This is probably the strangest post that I have ever made but please bear with me. I have fallen in love with a llama. Yes, I said a llama. I have never been an ‘animal person.’ In my 28 years, I have never had a pet of any kind (not even a goldfish). But, an encounter I had two weeks ago has shifted my perceptions dramatically. I now want a pet…but not just any pet will do. I want a llama.
Back in March, I got word that a llama named Nigel was coming to town. He was supposed to be standing in front of the R.E.I. store in Portland’s Pearl District for a presentation about packing gear. I’d never seen a llama up close, so I was unsure of what to expect. The second I laid eyes on Nigel though, I was sold. Statuesque and all black, he seemed to be constantly smiling. In the middle of a bustling city on a downtown sidewalk, he was totally calm. His black fur was freshly brushed and very soft. I swear that he even winked at me. This llama was a total charmer.
Normally I am intimidated by animals that are larger than me, but I happened to be wearing my trusty Dries Van Noten wedges that night so we were at eye level. I was intrigued by this animal; there was something special about him.
I took a brochure for Wallowa Llamas which is where Nigel lives but over the next six months, life became hectic as I began taking on more freelance, bought a house and traveled often. The dream of meeting back up with Nigel got pushed to the back burner.
Then, a few weeks ago I was surprised with a late birthday present; a meeting with his royal blackness, Mr. Nigel himself. The drive from Portland was very long, clocking in at close to seven hours. Once we reached Halfway, Oregon (near the Idaho border) the scenery became quite idyllic. A bustling small town with farms and horses and greenery and quaint storefronts, Halfway has a storybook quality. Finding Wallowa Llamas proved slightly difficult; it was quite far from the highway, down a series of gravel side roads.
As we pulled up, one of the owners of Wallowa, Raz came out to greet us. Normally, they are accustomed to doing hiking trips that are multiple days in length and bringing the llamas along for the purpose of packing gear but made special arrangements for a shorter day trip instead. Raz took us over to a side plot of land where Nigel was hanging out. I spotted him from 50 feet away; even among other llamas, he stands out. As Raz was prepping the gear, he let us take Nigel into the orchard and spend some quality time together. Nigel ripped into one of the fruit trees and loaded up on leaves. Llamas chew funny, in a circle–8 motion just like camels.
Once the supplies were ready, Nigel was loaded into the back of a pickup truck with tall, enclosed sides and we drove a few miles to a secluded trail. As we hopped out of the truck, Nigel seemed confused; he is used to packing quite a bit of equipment but was free of the usual load that day. I spent most of the time pulling Nigel up along the path and we made a stunning pair, both in all black. He trotted right along, never stalling or tripping (unlike me)!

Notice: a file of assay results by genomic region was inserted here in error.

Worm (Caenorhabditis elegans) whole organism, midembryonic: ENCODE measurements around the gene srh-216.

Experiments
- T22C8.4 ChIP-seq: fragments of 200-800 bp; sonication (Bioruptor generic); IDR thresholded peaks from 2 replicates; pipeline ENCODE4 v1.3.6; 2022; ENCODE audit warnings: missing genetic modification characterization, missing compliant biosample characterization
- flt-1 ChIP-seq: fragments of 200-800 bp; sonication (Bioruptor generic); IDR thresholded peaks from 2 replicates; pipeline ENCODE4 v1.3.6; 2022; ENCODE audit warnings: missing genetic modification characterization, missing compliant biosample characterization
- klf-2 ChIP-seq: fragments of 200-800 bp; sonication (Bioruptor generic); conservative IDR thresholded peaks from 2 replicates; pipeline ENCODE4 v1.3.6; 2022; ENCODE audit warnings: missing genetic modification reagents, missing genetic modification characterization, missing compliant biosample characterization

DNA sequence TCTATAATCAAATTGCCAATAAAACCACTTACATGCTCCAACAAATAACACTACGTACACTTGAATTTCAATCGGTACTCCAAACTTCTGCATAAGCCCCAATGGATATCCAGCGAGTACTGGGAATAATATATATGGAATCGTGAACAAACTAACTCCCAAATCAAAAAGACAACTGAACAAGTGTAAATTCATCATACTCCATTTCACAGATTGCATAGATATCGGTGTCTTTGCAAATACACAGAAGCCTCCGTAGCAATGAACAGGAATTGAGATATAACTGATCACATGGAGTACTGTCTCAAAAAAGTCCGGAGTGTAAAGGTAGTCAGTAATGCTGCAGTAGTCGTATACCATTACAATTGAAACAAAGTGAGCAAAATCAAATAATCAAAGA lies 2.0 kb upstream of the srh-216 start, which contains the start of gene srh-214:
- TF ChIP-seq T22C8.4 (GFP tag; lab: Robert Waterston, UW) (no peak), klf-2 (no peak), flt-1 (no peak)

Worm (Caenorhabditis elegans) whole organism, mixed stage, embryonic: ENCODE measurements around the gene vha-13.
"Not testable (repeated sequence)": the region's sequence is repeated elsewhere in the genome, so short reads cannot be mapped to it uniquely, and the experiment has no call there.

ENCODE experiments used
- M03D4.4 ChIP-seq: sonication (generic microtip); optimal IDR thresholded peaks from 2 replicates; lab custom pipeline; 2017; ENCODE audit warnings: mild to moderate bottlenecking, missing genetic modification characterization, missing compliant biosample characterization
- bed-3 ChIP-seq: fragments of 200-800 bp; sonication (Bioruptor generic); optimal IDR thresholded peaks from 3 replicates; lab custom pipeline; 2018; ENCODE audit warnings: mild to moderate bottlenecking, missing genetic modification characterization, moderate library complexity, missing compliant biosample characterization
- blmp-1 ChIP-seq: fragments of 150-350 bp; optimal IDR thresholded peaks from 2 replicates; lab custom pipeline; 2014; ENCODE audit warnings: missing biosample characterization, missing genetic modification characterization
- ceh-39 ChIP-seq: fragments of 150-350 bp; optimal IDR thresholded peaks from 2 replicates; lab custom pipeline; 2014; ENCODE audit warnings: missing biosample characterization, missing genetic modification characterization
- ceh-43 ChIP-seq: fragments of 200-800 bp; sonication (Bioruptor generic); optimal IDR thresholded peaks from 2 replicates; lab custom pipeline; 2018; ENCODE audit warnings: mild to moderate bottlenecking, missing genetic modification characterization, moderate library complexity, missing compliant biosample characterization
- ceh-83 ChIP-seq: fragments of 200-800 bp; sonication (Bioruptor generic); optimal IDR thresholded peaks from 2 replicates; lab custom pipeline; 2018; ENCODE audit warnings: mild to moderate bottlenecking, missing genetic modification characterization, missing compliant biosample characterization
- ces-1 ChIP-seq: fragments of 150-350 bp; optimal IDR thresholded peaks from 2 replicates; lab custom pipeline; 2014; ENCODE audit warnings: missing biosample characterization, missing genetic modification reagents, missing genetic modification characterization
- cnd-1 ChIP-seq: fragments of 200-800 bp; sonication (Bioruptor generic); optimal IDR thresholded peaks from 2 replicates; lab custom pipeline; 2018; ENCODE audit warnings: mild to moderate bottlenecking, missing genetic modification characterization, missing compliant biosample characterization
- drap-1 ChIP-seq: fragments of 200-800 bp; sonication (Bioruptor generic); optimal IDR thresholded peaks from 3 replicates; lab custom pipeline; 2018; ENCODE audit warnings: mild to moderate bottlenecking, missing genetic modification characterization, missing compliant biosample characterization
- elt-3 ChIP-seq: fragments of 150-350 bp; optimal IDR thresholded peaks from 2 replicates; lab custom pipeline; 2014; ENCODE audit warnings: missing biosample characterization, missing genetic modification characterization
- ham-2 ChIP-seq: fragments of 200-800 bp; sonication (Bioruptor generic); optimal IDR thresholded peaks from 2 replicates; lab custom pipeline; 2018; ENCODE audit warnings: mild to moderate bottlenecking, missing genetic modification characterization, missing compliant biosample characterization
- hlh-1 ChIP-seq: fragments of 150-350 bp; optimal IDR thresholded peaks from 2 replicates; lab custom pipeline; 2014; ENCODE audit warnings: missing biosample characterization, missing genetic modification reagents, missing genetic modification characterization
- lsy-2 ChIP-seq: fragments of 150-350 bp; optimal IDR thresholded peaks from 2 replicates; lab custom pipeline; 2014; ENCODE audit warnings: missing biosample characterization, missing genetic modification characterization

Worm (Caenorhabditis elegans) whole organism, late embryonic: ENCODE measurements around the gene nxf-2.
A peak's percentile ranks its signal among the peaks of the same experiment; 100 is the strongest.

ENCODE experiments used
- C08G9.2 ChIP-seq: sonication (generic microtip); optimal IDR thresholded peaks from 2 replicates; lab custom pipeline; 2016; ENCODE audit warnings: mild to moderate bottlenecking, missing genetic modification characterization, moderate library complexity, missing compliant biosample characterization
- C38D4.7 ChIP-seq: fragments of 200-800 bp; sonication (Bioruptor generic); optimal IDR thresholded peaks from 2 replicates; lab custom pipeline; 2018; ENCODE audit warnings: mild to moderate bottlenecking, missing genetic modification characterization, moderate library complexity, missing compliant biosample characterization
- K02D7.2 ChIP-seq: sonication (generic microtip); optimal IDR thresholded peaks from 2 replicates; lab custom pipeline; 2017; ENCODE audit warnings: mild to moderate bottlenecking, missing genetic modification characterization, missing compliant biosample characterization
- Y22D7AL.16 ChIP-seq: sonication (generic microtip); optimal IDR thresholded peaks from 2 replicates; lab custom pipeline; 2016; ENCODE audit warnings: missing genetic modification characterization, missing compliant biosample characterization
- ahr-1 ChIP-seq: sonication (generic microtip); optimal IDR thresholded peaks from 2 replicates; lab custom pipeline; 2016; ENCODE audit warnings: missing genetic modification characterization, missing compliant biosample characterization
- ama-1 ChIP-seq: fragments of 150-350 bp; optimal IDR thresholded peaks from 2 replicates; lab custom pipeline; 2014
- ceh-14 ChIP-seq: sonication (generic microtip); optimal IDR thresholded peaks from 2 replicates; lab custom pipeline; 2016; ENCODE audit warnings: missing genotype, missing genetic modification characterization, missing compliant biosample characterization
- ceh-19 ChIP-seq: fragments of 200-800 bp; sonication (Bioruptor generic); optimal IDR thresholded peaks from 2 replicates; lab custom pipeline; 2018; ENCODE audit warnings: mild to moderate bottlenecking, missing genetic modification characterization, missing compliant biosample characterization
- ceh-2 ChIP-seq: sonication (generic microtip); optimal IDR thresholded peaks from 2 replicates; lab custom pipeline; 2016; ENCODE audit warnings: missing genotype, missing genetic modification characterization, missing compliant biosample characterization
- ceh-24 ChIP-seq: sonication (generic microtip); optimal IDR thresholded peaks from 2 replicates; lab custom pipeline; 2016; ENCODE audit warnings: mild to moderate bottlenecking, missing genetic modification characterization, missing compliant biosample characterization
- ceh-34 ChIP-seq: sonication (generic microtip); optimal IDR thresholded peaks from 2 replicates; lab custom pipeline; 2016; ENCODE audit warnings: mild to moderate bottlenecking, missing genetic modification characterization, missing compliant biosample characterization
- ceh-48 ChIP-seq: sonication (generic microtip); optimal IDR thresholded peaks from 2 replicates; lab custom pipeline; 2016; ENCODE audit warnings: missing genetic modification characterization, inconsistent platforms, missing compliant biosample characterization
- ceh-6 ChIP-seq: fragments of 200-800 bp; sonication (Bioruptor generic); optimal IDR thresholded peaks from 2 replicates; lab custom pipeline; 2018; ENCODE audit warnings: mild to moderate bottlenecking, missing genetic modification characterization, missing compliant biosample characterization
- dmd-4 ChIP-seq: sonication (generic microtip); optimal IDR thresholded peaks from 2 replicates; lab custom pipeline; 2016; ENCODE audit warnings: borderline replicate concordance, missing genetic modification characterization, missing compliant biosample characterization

We took a few short breaks and Nigel chowed down on plants while we sat down, enjoyed the view and drank water. During one break, we heard some rustling and turned around to see Nigel rolling around, taking a dust bath! His fur became coated in dirt and full of debris but he seemed quite proud of himself.
On the way down, the trail was pretty steep and Nigel was going faster than me. He kept getting a little too close, breathing over my shoulder and making high pitched noises. I thought something was wrong, but I was told that it’s really just a sound he makes when he knows he’s getting ‘close to home’ (the truck). Pretty cute if you ask me!
Nigel was on absolutely perfect behavior the entire journey but when he was being loaded back into the truck, he did get a little grumpy, ducking his head down. It was pretty funny to watch!
When we returned back to Wallowa, we were taken on a brief tour to meet the girl llamas and then the boys (they are kept separate to keep inbreeding from taking place). The girls really do look like girls! My favorite female llama was Mary Priscilla (I’m pretty sure that was her name. A fancy name for a fancy llama)! Her fur looked dip-dyed. She subtly faded into a beautiful spectrum of colors. The girls seemed inquisitive and simply stared at us, quietly taking in the situation.
In contrast, the boy llamas were much more rowdy and aggressive. They enjoy chasing each other around and occasionally fighting. Obviously, Nigel is much too evolved and refined to participate in this type of behavior and chooses to spend much his time away from the pack.
After the tour, we said a sad goodbye to Nigel and vowed to return next year.
I know this sounds crazy, but I’d like to skip the whole dog and cat phase altogether and move on straight to a llama. They are very quiet, go to the bathroom in relatively neat piles and don’t eat an absurd amount of food. Michael Jackson used to talk about taking his Llama named Louie on walks near his parent’s mansion and how he would stop traffic; I want to do the same!
Find out more about llamas and guided trips at Wallowa Llamas.
Oh, I almost forgot. My favorite part of Nigel, besides that adorable face? These handsome little feet.
Readers: What was your first ever pet?
If you had an unlimited budget and space, what would your dream pet be?